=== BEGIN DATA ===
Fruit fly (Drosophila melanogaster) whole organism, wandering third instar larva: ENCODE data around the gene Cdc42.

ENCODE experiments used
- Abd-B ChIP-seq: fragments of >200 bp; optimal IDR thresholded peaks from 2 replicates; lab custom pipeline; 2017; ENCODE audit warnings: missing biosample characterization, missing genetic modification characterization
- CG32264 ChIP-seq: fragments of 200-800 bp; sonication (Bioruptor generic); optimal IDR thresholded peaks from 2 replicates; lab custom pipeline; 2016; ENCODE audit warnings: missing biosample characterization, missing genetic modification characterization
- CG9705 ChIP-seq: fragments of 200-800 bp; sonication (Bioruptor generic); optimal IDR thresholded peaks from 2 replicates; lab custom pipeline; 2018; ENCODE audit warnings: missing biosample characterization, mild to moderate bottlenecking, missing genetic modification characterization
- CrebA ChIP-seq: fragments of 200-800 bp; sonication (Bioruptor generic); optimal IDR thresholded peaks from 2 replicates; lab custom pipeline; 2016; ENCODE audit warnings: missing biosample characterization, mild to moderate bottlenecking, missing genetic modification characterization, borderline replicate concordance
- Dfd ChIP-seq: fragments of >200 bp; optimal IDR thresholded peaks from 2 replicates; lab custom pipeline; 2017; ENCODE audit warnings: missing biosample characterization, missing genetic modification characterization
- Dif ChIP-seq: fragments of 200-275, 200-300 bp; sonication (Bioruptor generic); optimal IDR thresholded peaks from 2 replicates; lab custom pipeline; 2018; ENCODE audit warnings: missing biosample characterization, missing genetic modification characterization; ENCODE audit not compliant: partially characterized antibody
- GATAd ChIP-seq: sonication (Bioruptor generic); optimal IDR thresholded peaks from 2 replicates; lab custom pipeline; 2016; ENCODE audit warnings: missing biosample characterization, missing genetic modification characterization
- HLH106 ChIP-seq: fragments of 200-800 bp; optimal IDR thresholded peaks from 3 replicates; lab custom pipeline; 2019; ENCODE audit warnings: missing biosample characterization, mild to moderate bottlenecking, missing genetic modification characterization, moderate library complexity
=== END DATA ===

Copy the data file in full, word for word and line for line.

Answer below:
Fruit fly (Drosophila melanogaster) whole organism, wandering third instar larva: ENCODE data around the gene Cdc42.

ENCODE experiments used
- Abd-B ChIP-seq: fragments of >200 bp; optimal IDR thresholded peaks from 2 replicates; lab custom pipeline; 2017; ENCODE audit warnings: missing biosample characterization, missing genetic modification characterization
- CG32264 ChIP-seq: fragments of 200-800 bp; sonication (Bioruptor generic); optimal IDR thresholded peaks from 2 replicates; lab custom pipeline; 2016; ENCODE audit warnings: missing biosample characterization, missing genetic modification characterization
- CG9705 ChIP-seq: fragments of 200-800 bp; sonication (Bioruptor generic); optimal IDR thresholded peaks from 2 replicates; lab custom pipeline; 2018; ENCODE audit warnings: missing biosample characterization, mild to moderate bottlenecking, missing genetic modification characterization
- CrebA ChIP-seq: fragments of 200-800 bp; sonication (Bioruptor generic); optimal IDR thresholded peaks from 2 replicates; lab custom pipeline; 2016; ENCODE audit warnings: missing biosample characterization, mild to moderate bottlenecking, missing genetic modification characterization, borderline replicate concordance
- Dfd ChIP-seq: fragments of >200 bp; optimal IDR thresholded peaks from 2 replicates; lab custom pipeline; 2017; ENCODE audit warnings: missing biosample characterization, missing genetic modification characterization
- Dif ChIP-seq: fragments of 200-275, 200-300 bp; sonication (Bioruptor generic); optimal IDR thresholded peaks from 2 replicates; lab custom pipeline; 2018; ENCODE audit warnings: missing biosample characterization, missing genetic modification characterization; ENCODE audit not compliant: partially characterized antibody
- GATAd ChIP-seq: sonication (Bioruptor generic); optimal IDR thresholded peaks from 2 replicates; lab custom pipeline; 2016; ENCODE audit warnings: missing biosample characterization, missing genetic modification characterization
- HLH106 ChIP-seq: fragments of 200-800 bp; optimal IDR thresholded peaks from 3 replicates; lab custom pipeline; 2019; ENCODE audit warnings: missing biosample characterization, mild to moderate bottlenecking, missing genetic modification characterization, moderate library complexity